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In this week's New Statesman: the fall of the SWP

In this week's magazine: Edward Platt reports on the rape accusation that has destroyed the Socialist Workers Party and provoked a succession battle on the far left.

Image: Julian Makey/Rex Features.

In this week's issue of the New Statesman, Edward Platt reports on the rape accusation which has torn the Socialist Workers Party apart.

 

He traces the history of the party from Tony Cliff, the revered Trotskyist activist who founded the party in 1977 as "a voluntary organisation of individuals who understand the need to organise collectively to fight for the socialist transformation of society", to recent accusations against former national secretary "Comrade Delta". In the piece, Platt tells the story of the party, its achievements and its failures.

He writes:

The party's decision to investigate the allegation internally, through its disputes committee, rather than referring it to the police, is the most remarkable aspect of the affair: it has astonished people outside the SWP, and some within it, too. “What right does the party have to organise its very own ‘kangaroo court’ investigation and judgement over such serious allegations against a leading member?” wrote the former Socialist Worker journalist Tom Walker in his resignation letter. “None whatsoever.”

David Renton, who is also a barrister and has dealt with cases of rape and sexual harrassment, believes that it didn't occur to the disputes committee to suggest that the woman should go to the police - and one of its members later said, the committee had “no faith in the bourgeois court system to deliver justice”.

The alleged sexual harassment and rape of “Comrade W” by “Comrade Delta”, a senior SWP member, was a sign of an undemocratic and exploitative party ethic, according to many who left the party:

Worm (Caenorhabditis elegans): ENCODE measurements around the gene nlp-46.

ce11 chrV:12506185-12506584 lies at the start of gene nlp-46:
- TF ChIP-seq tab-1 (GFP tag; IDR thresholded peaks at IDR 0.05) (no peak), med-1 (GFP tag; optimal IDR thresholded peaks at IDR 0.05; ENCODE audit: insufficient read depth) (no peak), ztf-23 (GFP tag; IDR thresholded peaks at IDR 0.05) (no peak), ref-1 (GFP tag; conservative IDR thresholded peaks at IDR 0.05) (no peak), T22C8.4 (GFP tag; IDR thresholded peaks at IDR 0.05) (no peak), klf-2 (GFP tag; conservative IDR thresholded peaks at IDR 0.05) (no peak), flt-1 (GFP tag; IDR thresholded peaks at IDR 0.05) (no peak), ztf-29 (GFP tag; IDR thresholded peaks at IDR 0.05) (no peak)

[The SWP’s] broader culture was also called into question. “When you treat human beings as disposable objects in the name of la causa, when appropriation of activists’ labour and good will is the norm, when exploitation of your own side goes unchallenged, sexual abuse is one probable outcome,” wrote Anna Chen, who worked unpaid on various SWP press campaigns, including Stop the War. She believed the SWP’s habit of “ripping off their activists for wages, thieving their intellectual efforts and claiming credit for their successes” had initiated a pattern of “diminishing regard for their members”, which had led to the point “where even someone’s body is no longer their own”.

You can read the full story in this week's New Statesman - available now in shops and online.

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Leader: Trump and an age of disorder

Mr Trump’s disregard for domestic and international norms represents an unprecedented challenge to established institutions.

The US presidency has not always been held by men of distinction and honour, but Donald Trump is by some distance its least qualified occupant. The leader of the world’s sole superpower has no record of political or military service and is ignorant of foreign affairs. Throughout his campaign, he repeatedly showed himself to be a racist, a misogynist, a braggart and a narcissist.

The naive hope that Mr Trump’s victory would herald a great moderation was dispelled by his conduct during the transition. He compared his country’s intelligence services to those of Nazi Germany and repeatedly denied Russian interference in the election. He derided Nato as “obsolete” and predicted the demise of the European Union. He reaffirmed his commitment to dismantling Obamacare and to overturning Roe v Wade. He doled out jobs to white nationalists, protectionists and family members. He denounced US citizens for demonstrating against him. Asked whether he regretted any part of his vulgar campaign, he replied: “No, I won.”